There are many ways to promote the beef vs. plant-based protein debate, and in the last year, we’ve seen various agricultural personalities and organizations discuss the merits of beef when compared to alternatives.
Now I’ve seen some debate on social media about the best approach to discussing these products. Some believe we should stick to just the positives of beef, ignoring these emerging proteins. Others believe an aggressive take where we dismantle these products’ claims one by one is the better approach.
I probably fall somewhere in the middle.
As a cattle rancher, I know the value of the beef that I raise and will happily scream it from the rooftops! We’ve got nutrition, ethics, sustainability and more on our side. The beef production story is an exciting one to tell; it’s just a matter of getting in front of the right audience and connecting over sizzling steaks and juicy cheeseburgers.
As a consumer, I guess I approach this topic from a different lens. I want transparency in my food. I don’t want my food to make grand-sweeping claims about its perceived benefits. I don’t want to be oversold on a product. And I don’t want some new, emerging alternative protein entering the meat case and pretending to be beef.
I don’t want to ever accidentally purchase faux meat when I seek to buy the real deal. And I hate the companies that are making false claims about environmental and nutritional superiority over traditionally-raised meat. It’s inauthentic and plays on people’s emotions, and as a food shopper, I’m not interested in those games.
I don’t believe there is a one-size-fits-all approach for discussing these competing proteins in the marketplace. I think different messages for different audiences are appropriate, and we can discuss this hot topic from our own perspectives and life experiences.
Being ourselves and being honest — that’s how we will connect with consumers. And that’s how we will have engaging conversations about the benefits of animal fats and proteins in the diet and how cattle play a critical role in the ecosystem.
In saying that, I want to share a new strategy that the Consumer for Center Freedom is taking to address these plant-based protein companies.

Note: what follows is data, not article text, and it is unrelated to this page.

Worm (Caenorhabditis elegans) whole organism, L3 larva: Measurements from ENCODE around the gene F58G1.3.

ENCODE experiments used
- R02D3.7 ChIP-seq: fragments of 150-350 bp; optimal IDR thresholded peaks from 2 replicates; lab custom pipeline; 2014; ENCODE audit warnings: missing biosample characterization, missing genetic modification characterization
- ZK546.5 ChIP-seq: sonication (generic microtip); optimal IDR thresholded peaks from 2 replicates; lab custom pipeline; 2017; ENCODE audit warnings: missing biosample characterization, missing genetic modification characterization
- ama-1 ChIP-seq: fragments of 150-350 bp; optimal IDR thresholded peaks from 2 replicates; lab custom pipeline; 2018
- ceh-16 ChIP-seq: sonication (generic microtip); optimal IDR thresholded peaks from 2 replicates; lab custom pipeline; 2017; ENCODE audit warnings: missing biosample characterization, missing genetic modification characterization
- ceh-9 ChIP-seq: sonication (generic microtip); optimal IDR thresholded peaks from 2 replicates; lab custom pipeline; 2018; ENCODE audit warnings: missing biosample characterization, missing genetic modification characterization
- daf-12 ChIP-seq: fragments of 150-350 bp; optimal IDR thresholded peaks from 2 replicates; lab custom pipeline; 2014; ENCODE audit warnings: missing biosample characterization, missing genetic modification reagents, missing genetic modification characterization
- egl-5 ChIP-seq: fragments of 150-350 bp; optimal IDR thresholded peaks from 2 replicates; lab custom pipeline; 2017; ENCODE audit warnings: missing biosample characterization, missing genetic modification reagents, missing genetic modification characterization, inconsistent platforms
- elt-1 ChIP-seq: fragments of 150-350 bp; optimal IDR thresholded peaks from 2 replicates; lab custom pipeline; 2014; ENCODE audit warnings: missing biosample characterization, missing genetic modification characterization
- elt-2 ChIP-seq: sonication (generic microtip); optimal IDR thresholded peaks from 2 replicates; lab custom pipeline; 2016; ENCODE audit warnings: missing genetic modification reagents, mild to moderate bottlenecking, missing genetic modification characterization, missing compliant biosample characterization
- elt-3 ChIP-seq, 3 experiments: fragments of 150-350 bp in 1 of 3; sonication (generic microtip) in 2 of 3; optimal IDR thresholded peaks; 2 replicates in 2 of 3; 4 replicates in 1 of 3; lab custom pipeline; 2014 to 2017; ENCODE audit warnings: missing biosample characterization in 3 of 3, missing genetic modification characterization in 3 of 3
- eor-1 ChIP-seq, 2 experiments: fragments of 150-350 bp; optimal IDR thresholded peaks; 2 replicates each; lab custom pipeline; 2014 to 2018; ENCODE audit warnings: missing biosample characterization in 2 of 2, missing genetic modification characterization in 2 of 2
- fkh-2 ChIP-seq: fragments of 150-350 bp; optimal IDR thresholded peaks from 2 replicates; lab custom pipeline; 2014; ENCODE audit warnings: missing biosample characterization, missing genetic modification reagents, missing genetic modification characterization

According to a press release from the Center for Consumer Freedom (CCF), “CCF is placing ads in the Wall Street Journal and New York Post highlighting many of the ingredients in fake bacon and fake sausage. With market research finding that almost 40% of plant-based protein consumers want to avoid processed foods, CCF is educating consumers about the catalogue of processed ingredients that are used in fake meats.
“CCF has launched CleanFoodFacts.com to provide a side-by-side analysis of fake meat products and real meat. The ads and website are part of a larger campaign to show the truth behind fake meat and its supposed health benefits.”
“Despite what the name leads people to believe, ‘plant-based’ meats are made in industrial facilities, not gardens,” said Will Coggin, CCF managing director. “Fake meat companies are trying to promote a ‘health halo’ over their products, but consumers should know that imitation meat is highly processed and in some cases has more calories and sodium than the real thing.”
It will be interesting to see how the public responds to these ads. In my mind, these plant protein patties are a trendy, new food item, like the cronut, for example. Everybody wants to try them at least once.
At the end of the day, I think health-conscious Americans are not going to opt for highly processed beef wannabes. They are going to go for the real deal. But that’s just my two cents. How do you think the public will react to this bold new campaign?
The opinions of Amanda Radke are not necessarily those of beefmagazine.com or Farm Progress.